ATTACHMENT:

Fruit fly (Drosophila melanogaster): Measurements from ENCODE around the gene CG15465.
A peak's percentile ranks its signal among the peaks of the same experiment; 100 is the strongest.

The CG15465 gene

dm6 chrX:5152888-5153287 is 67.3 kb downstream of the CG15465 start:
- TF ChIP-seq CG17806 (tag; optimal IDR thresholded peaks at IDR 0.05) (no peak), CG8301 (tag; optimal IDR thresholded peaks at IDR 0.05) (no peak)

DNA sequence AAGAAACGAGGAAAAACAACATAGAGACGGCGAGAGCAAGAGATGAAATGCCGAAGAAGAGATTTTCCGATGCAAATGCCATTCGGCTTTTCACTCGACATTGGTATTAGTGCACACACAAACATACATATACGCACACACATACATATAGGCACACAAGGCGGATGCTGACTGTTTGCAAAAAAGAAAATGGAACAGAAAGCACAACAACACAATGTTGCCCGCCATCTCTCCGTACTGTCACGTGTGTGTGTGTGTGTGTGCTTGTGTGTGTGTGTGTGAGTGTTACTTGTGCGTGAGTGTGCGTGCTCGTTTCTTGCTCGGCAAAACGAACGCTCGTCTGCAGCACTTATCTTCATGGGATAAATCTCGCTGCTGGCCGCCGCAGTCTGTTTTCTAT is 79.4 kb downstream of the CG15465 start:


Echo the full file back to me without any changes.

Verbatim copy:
Fruit fly (Drosophila melanogaster): Measurements from ENCODE around the gene CG15465.
A peak's percentile ranks its signal among the peaks of the same experiment; 100 is the strongest.

The CG15465 gene

dm6 chrX:5152888-5153287 is 67.3 kb downstream of the CG15465 start:
- TF ChIP-seq CG17806 (tag; optimal IDR thresholded peaks at IDR 0.05) (no peak), CG8301 (tag; optimal IDR thresholded peaks at IDR 0.05) (no peak)

DNA sequence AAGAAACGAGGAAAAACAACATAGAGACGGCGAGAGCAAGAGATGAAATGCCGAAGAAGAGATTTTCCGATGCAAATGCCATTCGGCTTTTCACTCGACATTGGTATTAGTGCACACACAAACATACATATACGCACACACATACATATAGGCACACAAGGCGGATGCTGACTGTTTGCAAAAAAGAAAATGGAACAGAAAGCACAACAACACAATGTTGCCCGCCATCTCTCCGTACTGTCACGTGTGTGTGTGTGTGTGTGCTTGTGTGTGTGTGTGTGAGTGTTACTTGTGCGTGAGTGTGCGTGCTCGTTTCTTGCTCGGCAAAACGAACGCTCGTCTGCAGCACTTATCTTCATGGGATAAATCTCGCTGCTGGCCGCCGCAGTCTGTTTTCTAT is 79.4 kb downstream of the CG15465 start: